The snatch is a complex exercise, in weightlifting that requires precision and skill. It’s important to recognize that there is more than one method because athletes have different body proportions and strengths. In this article, we explore three ways of executing the snatch and discuss the features of each style.
1. European Style:
- Start Position: Athletes typically position their shoulders slightly over the bar, hips a bit lower than the knees, and the barbell close to the shins.
- Second Pull: This style emphasizes power and technique, with athletes ensuring their arms remain straight during the second pull, knees come under the bar, and shoulders are kept right above the barbell or even behind the bar for some.
- Receiving Position: Athletes focus on maintaining a straight torso and shins, with arms straight and shoulders in a normal position (without excessive shrugging or internal rotation). The lockout involves a more focus on elbows.
- Characteristics: The European style places emphasis on power and technical precision. Athletes employing this style showcase significant power during key phases like the second pull and turnover. They tend to have strong legs and excel in power snatch and power clean exercises by being able to do around 85-90% of their 1 rep max in full snatch and clean and jerk.
2. Chinese Style (No Foot Style):
- Start Position: Athletes adopting this style often position their shoulders in line with or slightly behind the bar, opting for hips lower than the knees for greater emphasis on leg strength.
- Second Pull: Similar to the European style, the arms stay straight during the second pull, and the knees come under the bar. However, athletes in this style often maintain the barbell extremely close to their thighs.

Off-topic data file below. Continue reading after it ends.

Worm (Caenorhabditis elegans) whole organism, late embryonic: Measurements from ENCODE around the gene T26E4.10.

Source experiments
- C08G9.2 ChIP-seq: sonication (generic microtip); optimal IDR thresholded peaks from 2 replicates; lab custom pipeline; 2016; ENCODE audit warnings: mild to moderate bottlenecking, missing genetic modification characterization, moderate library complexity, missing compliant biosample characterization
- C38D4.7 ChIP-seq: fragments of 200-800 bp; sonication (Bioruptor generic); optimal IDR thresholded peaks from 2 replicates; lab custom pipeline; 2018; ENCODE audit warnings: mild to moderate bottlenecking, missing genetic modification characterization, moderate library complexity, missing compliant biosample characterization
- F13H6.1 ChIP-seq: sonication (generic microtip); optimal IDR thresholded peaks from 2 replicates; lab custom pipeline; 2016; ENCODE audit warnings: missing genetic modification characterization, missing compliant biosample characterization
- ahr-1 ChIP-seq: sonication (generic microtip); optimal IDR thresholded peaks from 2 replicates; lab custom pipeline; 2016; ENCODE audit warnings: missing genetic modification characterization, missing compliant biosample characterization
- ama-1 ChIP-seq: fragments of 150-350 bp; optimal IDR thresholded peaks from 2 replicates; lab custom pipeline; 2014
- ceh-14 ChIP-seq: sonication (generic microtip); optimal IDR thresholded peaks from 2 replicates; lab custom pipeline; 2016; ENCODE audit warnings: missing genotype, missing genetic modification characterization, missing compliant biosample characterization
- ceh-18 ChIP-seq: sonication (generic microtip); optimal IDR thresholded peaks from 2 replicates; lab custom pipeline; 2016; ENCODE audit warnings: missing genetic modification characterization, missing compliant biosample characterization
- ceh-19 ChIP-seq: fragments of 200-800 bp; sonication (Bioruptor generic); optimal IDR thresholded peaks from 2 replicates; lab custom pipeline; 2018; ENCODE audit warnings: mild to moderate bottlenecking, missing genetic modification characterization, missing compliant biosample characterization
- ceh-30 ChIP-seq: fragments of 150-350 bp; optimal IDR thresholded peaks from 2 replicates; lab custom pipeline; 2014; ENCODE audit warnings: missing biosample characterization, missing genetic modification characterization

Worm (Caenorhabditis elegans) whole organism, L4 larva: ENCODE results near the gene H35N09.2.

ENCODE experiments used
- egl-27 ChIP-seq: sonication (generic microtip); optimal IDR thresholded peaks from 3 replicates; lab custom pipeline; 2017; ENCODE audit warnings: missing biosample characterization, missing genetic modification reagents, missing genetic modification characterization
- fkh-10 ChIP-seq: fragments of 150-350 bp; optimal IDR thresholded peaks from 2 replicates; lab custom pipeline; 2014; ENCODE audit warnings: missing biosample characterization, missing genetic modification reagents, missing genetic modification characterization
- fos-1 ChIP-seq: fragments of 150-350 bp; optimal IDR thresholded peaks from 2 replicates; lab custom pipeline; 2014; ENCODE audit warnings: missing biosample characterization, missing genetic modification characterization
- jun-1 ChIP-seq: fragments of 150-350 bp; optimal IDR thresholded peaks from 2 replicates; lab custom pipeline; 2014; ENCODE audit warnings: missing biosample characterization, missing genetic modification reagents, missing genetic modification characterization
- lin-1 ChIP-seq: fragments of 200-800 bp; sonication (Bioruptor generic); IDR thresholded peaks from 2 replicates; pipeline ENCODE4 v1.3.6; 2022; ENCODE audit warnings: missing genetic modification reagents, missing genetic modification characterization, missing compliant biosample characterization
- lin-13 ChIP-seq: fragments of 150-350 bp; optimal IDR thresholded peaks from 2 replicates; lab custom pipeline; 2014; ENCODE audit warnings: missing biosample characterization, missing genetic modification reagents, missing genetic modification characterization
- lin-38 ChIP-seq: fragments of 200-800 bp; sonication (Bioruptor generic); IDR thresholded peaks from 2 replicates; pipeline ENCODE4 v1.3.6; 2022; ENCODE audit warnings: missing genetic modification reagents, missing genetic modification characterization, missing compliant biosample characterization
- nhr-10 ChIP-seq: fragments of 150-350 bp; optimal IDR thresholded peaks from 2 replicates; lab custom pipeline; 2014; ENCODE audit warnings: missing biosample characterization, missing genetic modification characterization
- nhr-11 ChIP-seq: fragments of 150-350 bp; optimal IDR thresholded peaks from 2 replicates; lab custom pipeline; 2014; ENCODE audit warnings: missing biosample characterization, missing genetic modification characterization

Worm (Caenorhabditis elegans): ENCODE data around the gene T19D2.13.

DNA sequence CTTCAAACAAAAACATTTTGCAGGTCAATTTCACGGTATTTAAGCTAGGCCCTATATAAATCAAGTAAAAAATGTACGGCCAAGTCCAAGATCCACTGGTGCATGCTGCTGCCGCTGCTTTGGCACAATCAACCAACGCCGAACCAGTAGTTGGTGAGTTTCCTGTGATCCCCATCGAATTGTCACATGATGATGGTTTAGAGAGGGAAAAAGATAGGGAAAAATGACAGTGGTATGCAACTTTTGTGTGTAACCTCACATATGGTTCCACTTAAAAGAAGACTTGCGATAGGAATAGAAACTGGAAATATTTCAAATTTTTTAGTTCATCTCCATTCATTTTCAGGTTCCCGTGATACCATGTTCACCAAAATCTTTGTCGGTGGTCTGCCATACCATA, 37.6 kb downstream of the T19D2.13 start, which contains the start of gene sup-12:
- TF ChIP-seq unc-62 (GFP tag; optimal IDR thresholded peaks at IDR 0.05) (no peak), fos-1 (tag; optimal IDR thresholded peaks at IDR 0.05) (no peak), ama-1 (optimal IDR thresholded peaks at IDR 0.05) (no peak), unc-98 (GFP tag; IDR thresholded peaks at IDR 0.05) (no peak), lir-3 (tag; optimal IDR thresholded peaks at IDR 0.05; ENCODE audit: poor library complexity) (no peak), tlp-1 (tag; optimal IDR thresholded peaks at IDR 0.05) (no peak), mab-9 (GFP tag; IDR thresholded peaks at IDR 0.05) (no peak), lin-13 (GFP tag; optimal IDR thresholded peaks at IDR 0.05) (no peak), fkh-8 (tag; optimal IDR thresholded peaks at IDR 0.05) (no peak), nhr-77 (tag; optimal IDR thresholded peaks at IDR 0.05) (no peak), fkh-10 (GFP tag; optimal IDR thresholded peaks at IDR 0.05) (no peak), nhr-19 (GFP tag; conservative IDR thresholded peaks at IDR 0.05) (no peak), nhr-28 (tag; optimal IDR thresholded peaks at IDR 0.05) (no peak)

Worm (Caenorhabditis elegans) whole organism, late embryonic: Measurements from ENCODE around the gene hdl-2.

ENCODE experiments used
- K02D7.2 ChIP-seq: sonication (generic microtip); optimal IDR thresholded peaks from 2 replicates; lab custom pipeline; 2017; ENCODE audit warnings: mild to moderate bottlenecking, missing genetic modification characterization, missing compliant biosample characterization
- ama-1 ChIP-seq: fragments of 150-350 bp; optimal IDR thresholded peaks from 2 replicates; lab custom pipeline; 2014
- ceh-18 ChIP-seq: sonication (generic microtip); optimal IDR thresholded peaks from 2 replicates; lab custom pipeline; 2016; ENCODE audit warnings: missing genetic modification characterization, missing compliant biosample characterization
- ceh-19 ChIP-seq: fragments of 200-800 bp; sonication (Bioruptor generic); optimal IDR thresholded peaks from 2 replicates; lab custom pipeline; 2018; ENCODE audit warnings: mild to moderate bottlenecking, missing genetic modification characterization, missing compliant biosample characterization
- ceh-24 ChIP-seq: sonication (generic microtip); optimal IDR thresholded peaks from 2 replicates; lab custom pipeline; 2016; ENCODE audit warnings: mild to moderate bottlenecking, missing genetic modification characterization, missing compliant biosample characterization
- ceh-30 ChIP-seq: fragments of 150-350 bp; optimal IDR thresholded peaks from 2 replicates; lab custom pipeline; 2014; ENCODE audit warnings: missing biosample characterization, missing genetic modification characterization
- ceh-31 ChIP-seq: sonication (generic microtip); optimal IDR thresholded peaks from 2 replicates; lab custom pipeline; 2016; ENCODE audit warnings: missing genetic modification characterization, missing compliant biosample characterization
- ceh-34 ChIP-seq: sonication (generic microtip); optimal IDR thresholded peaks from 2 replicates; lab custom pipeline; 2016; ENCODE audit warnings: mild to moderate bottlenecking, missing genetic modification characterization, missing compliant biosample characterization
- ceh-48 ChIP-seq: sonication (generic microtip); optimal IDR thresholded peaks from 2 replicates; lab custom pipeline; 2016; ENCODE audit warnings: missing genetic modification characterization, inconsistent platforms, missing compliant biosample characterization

- Receiving Position: The receiving position maintains a straight torso and shins, with shoulders in a normal position. Athletes execute a smooth and controlled extension, displaying pretty same speed from the ground to the finish.
- Characteristics: The Chinese style emphasizes strength, particularly in the legs. Athletes using this style maintain a consistent speed throughout the snatch, exuding confidence during barbell contact.
3. Bull Snatch Style:
- Start Position: Athletes adopting this style significantly position their shoulders over the bar, with hips positioned higher. This style is tailored to utilize hips and upper body strength more than the legs.
- Second Pull: Athletes prioritize the use of hips and upper body during the second pull, with a preference for contact at the hips and straighter knees in the power position.
- Receiving Position: Athletes adopting the bull snatch style display a unique receiving position with the chest and head leaning further forward and the barbell positioned slightly more towards the back. The shoulders are internally rotated.
- Characteristics: Athletes using the bull snatch style showcase remarkable upper body strength, excelling in exercises such as muscle snatches, push presses, strict presses, and everything related to upper body strength. They tend to have stronger upper bodies and perform well in deadlifts but we don’t see too often this athlete exceeding at squats.
In conclusion, each snatch technique has its advantages. It’s important for athletes to find the style that suits their body proportions and strengths. It’s crucial to adapt and refine your technique to enhance performance and achieve your goals. Please feel free to share in the comments which style resonates with you or if you have an approach that works best for you. Discovering and perfecting your style is essential, for becoming a weightlifter. Thank you for reading this article and if you want to see the full video version check it out at the below link.